By Rehan Iqbal
When it comes to the unprecedented time the world finds itself in, the first question people have is, “Do I need to wear PPE?” In fact, most people do so, regardless of whether they need it. At the beginning, this wasn’t a significant issue because it was readily available from many sources.
However, the US has now seen more cases than any other country, and the number of new cases continues to rise. Though many people have recovered, there have been multiple deaths. With that comes uncertainty, fear, and the rush to panic-buy a variety of items. Though toilet paper and food are high on the panic-buy list, facemasks and other PPE are a close second.
With the demand rising for personal protective equipment, suppliers can’t keep up. Therefore, the question now becomes, who needs to be wearing PPE and who doesn’t.
Everyone in the healthcare industry isn’t going to need to wear PPE. Doctors and nurses should always wear appropriate personal protective equipment when handling patients, especially those who have COVID-19 or SARS-CoV-2 symptoms.
These can include:
As stated earlier, there has been a significant shortage of masks, especially N95 masks, which are the best defense against coronavirus in all its forms. However, no one can get them right now because of the high demand. Surgical masks are the next best thing, but many hospitals are short on those, too. Therefore, homemade masks are becoming more popular.
There isn’t much research on how well they work against coronavirus and other respiratory viruses. Still, it is better than nothing. Of course, face shields should be worn with makeshift masks to help reduce your risk of catching coronavirus.
Generally, first responders include firefighters, police officers, emergency medical technician personnel, and the like. It is ideal for all of these people to wear personal protective equipment when dealing with the public, especially with the pandemic.
In most cases, firefighters and police officers should wear protective masks and gloves when handling people who may have symptoms or the virus. Many times, you do not know if the person is infected, so it is best to be cautious at all times. EMTs must also wear masks and gloves, but eye protection is essential, too. Again, it’s sometimes impossible to tell if someone is infected with the virus, especially if they are asymptomatic.
Again, the issue is that there isn’t enough of this PPE to go around. First responders can wear makeshift personal protective equipment, but there haven’t been enough studies done to determine how effective it is at preventing the spread of the virus.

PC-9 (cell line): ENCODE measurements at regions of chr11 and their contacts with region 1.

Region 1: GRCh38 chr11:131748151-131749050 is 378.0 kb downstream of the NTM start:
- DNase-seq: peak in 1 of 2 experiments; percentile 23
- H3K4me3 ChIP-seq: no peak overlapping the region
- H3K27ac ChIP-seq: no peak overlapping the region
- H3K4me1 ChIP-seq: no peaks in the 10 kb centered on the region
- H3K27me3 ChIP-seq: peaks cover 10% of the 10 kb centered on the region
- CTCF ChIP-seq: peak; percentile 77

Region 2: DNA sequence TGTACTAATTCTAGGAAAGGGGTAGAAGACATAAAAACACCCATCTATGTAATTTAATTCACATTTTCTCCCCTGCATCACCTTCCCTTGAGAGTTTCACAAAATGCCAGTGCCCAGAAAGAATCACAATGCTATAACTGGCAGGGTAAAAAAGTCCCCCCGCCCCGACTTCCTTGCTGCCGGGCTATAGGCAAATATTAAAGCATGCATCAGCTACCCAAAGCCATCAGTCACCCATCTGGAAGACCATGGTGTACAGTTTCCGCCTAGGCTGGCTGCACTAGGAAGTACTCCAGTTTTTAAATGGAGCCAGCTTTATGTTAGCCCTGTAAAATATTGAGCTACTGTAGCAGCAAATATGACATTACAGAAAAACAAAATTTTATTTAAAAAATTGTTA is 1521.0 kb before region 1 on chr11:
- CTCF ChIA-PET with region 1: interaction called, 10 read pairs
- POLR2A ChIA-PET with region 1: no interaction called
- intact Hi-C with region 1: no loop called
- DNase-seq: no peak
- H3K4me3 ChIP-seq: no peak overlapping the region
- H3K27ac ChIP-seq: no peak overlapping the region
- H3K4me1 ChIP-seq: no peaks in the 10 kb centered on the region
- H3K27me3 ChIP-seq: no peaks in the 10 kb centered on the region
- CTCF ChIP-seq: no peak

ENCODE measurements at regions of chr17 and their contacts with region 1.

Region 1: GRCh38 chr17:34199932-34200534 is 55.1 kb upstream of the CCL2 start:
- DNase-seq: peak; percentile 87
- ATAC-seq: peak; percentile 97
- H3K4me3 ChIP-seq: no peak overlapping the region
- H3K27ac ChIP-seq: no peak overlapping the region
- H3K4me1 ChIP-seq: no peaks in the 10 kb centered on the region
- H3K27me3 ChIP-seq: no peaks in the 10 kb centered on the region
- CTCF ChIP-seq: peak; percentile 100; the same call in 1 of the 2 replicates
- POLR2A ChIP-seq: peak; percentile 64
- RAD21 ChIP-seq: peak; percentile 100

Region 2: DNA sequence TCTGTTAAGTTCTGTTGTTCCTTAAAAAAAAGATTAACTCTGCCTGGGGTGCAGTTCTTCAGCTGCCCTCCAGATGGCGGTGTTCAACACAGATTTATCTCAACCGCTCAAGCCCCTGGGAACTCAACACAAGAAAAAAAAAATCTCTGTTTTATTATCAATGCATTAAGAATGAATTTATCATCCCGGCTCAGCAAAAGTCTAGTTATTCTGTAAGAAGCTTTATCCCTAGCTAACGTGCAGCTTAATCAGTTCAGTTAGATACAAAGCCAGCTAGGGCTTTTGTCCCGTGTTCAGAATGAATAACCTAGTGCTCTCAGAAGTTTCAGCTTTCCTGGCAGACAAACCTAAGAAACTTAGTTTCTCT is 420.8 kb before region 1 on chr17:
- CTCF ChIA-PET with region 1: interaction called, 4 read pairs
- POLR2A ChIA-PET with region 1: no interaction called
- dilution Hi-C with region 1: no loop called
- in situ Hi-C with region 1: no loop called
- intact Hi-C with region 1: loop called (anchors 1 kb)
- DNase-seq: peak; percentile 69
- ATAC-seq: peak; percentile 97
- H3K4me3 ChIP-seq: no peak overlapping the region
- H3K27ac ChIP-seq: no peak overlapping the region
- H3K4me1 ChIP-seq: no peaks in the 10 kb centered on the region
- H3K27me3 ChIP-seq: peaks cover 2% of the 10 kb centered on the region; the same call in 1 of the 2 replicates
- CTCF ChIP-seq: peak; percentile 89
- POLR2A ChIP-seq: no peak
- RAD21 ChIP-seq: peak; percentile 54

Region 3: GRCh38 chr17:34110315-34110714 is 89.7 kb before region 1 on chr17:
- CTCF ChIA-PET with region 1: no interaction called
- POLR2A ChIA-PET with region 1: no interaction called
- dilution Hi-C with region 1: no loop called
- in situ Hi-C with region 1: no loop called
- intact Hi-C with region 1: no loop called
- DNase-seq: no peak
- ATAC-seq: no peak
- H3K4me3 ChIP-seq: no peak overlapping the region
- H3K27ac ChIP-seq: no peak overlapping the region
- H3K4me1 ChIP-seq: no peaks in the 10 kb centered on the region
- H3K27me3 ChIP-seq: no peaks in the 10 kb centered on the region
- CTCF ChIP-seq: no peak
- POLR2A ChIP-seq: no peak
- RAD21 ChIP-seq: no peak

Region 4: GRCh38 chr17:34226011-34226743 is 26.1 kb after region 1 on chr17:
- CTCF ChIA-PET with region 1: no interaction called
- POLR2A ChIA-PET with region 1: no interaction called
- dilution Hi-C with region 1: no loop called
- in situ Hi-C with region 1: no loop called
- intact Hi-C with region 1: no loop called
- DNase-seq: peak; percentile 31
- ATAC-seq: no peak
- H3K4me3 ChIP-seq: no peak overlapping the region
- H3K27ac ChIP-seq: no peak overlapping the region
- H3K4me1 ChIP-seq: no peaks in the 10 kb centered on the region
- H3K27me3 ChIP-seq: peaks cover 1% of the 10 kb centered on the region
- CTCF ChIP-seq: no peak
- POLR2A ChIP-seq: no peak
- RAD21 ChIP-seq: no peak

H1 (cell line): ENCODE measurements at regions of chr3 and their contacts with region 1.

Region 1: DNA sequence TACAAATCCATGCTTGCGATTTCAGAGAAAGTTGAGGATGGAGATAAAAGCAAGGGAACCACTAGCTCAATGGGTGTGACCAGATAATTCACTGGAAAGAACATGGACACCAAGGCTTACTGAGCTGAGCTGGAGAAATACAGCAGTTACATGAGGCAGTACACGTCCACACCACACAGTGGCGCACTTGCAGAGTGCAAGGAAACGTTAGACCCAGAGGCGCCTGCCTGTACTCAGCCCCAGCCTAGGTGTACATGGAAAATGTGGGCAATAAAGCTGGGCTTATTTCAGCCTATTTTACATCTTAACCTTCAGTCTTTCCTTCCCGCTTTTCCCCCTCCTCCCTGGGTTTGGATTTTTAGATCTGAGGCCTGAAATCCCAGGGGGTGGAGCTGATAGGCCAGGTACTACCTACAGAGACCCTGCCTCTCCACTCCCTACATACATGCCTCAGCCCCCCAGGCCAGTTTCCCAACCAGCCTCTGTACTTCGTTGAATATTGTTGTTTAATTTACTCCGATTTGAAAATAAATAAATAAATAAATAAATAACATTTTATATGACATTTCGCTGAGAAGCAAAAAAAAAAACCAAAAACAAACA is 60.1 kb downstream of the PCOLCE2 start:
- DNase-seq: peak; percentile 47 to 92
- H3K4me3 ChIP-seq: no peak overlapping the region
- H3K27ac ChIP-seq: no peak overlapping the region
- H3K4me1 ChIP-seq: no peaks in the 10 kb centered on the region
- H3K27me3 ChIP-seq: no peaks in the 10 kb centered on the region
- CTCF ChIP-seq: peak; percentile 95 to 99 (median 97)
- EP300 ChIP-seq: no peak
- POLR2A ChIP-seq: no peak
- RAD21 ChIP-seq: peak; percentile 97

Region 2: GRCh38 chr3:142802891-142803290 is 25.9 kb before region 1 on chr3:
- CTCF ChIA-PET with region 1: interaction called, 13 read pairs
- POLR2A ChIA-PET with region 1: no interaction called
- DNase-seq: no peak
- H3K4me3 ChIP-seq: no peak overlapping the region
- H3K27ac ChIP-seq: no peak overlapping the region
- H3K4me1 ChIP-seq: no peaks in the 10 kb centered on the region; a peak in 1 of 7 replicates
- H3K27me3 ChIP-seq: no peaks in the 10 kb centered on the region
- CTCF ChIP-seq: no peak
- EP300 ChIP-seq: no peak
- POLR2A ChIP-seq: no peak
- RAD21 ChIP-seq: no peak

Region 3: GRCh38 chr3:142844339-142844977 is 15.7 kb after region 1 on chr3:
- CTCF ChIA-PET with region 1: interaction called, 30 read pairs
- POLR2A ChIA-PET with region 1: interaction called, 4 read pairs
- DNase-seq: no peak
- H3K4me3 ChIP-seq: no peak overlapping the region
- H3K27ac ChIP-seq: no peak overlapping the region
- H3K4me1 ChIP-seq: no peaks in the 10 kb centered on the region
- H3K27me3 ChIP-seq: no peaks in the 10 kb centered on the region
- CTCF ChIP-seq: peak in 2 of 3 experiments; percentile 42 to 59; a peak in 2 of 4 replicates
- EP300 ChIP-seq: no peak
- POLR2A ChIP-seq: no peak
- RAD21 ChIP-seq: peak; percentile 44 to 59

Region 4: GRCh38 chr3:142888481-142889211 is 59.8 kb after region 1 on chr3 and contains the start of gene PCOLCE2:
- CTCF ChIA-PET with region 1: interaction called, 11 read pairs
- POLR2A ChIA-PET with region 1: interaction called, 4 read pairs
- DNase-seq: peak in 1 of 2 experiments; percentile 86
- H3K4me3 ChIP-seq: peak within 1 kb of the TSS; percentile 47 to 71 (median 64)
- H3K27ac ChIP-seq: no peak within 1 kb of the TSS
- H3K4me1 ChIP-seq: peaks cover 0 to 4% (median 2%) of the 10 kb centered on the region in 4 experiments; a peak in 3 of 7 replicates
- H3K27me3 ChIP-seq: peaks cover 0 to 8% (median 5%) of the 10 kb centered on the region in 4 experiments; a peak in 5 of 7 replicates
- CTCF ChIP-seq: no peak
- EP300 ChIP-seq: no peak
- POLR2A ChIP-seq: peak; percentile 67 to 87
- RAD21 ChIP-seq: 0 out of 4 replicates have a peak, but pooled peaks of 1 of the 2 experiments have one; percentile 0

Those who feel uncomfortable without PPE may feel better with the cloth barrier, such as through a homemade mask or a bandana. In this case, the best way to prevent yourself from getting coronavirus is to use preventative measures, such as:
Patients with Coronavirus or Expected to Have It
Any patient who has coronavirus (any strain) or is believed to have it does not need to wear PPE, including a face mask, at all times. However, it is wise to request that they put one before being evaluated by the doctor or nurse. If people are self-isolating with the virus, PPE can also be worn to protect others in the household.
Remember, coronavirus can last 72 hours on plastics and 24 hours on cardboard. Any food and beverage containers should be thrown away or sanitized after use. It might also be ideal for the caregiver to wear disposable gloves while handling these items.
The General Public
At this time, the CDC does not recommend that everyone wear face masks or gloves at all times. Even when you are out for essential things, it isn’t likely to help. Instead, it is best to follow preventative actions, such as covering your mouth when you cough, washing your hands properly, and staying at home if you feel sick.
At this time, the CDC and local government officials are asking that people with medical PPE donate it to local hospitals to help protect healthcare workers who must be around patients with the disease.
Also, many people have started making homemade masks to donate to hospitals and first responders. This can be a way to feel like you are helping out during this crisis. You can find templates on how to make the masks, tips for the types of materials to use, and instructions on sewing them online.
Again, this may not do much to prevent the spread, but even the CDC recommends it over nothing at all.
Regardless of who you are, the threat of coronavirus and catching it is real. It has gotten to the point where healthcare workers don’t have ready access to personal protective equipment, making it harder to stay safe from the virus while they treat others with it.
While some people want to protect themselves and their families, PPE is not recommended for the general public. For one, there isn’t enough of it to go around. For another, there isn’t much research on how well it works to reduce your risk of getting coronavirus.
Though some people really do need PPE to help keep them safe from body fluids and airborne germs, it is quite hard to find right now. Preventative measures and homemade masks are your best defense right now during this coronavirus pandemic.